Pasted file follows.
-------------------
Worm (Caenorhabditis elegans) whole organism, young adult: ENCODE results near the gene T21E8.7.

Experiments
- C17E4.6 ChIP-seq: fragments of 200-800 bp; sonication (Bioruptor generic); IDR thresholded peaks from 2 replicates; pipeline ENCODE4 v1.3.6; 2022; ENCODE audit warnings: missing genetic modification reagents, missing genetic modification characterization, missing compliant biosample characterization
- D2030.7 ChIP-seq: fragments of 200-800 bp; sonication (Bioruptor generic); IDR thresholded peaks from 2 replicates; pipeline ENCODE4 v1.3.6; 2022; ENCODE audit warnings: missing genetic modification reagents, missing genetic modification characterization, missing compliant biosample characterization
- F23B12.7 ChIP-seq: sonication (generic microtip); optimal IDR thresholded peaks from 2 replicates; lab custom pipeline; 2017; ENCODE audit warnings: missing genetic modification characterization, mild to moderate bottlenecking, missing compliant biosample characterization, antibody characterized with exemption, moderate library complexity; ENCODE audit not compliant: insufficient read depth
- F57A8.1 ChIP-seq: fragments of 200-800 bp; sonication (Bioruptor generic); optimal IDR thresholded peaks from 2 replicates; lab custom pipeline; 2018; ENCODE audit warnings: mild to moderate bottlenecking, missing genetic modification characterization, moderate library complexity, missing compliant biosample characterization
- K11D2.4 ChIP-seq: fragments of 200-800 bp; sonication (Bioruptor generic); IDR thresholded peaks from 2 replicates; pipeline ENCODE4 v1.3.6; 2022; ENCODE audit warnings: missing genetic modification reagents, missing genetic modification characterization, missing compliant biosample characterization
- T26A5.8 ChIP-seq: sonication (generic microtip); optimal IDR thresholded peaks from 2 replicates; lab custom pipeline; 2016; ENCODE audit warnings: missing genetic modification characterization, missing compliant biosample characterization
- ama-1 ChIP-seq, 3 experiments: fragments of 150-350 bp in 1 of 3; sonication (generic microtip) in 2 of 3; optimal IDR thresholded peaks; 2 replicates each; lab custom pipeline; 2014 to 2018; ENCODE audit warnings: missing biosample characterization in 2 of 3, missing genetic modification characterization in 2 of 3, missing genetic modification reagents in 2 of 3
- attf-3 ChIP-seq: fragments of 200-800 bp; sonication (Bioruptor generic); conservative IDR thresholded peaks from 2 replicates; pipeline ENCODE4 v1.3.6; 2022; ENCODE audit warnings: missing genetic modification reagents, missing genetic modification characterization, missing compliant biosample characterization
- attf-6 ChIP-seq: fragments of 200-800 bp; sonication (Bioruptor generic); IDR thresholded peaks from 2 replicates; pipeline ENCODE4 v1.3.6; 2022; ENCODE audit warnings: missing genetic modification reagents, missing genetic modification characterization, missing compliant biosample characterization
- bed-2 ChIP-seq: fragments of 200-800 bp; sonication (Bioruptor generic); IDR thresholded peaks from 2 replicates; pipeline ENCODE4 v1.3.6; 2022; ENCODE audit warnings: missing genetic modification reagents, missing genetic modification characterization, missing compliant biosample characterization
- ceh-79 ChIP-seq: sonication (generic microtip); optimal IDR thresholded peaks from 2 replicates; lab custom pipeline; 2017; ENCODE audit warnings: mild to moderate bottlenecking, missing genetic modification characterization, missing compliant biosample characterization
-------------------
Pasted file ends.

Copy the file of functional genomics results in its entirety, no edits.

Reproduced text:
Worm (Caenorhabditis elegans) whole organism, young adult: ENCODE results near the gene T21E8.7.

Experiments
- C17E4.6 ChIP-seq: fragments of 200-800 bp; sonication (Bioruptor generic); IDR thresholded peaks from 2 replicates; pipeline ENCODE4 v1.3.6; 2022; ENCODE audit warnings: missing genetic modification reagents, missing genetic modification characterization, missing compliant biosample characterization
- D2030.7 ChIP-seq: fragments of 200-800 bp; sonication (Bioruptor generic); IDR thresholded peaks from 2 replicates; pipeline ENCODE4 v1.3.6; 2022; ENCODE audit warnings: missing genetic modification reagents, missing genetic modification characterization, missing compliant biosample characterization
- F23B12.7 ChIP-seq: sonication (generic microtip); optimal IDR thresholded peaks from 2 replicates; lab custom pipeline; 2017; ENCODE audit warnings: missing genetic modification characterization, mild to moderate bottlenecking, missing compliant biosample characterization, antibody characterized with exemption, moderate library complexity; ENCODE audit not compliant: insufficient read depth
- F57A8.1 ChIP-seq: fragments of 200-800 bp; sonication (Bioruptor generic); optimal IDR thresholded peaks from 2 replicates; lab custom pipeline; 2018; ENCODE audit warnings: mild to moderate bottlenecking, missing genetic modification characterization, moderate library complexity, missing compliant biosample characterization
- K11D2.4 ChIP-seq: fragments of 200-800 bp; sonication (Bioruptor generic); IDR thresholded peaks from 2 replicates; pipeline ENCODE4 v1.3.6; 2022; ENCODE audit warnings: missing genetic modification reagents, missing genetic modification characterization, missing compliant biosample characterization
- T26A5.8 ChIP-seq: sonication (generic microtip); optimal IDR thresholded peaks from 2 replicates; lab custom pipeline; 2016; ENCODE audit warnings: missing genetic modification characterization, missing compliant biosample characterization
- ama-1 ChIP-seq, 3 experiments: fragments of 150-350 bp in 1 of 3; sonication (generic microtip) in 2 of 3; optimal IDR thresholded peaks; 2 replicates each; lab custom pipeline; 2014 to 2018; ENCODE audit warnings: missing biosample characterization in 2 of 3, missing genetic modification characterization in 2 of 3, missing genetic modification reagents in 2 of 3
- attf-3 ChIP-seq: fragments of 200-800 bp; sonication (Bioruptor generic); conservative IDR thresholded peaks from 2 replicates; pipeline ENCODE4 v1.3.6; 2022; ENCODE audit warnings: missing genetic modification reagents, missing genetic modification characterization, missing compliant biosample characterization
- attf-6 ChIP-seq: fragments of 200-800 bp; sonication (Bioruptor generic); IDR thresholded peaks from 2 replicates; pipeline ENCODE4 v1.3.6; 2022; ENCODE audit warnings: missing genetic modification reagents, missing genetic modification characterization, missing compliant biosample characterization
- bed-2 ChIP-seq: fragments of 200-800 bp; sonication (Bioruptor generic); IDR thresholded peaks from 2 replicates; pipeline ENCODE4 v1.3.6; 2022; ENCODE audit warnings: missing genetic modification reagents, missing genetic modification characterization, missing compliant biosample characterization
- ceh-79 ChIP-seq: sonication (generic microtip); optimal IDR thresholded peaks from 2 replicates; lab custom pipeline; 2017; ENCODE audit warnings: mild to moderate bottlenecking, missing genetic modification characterization, missing compliant biosample characterization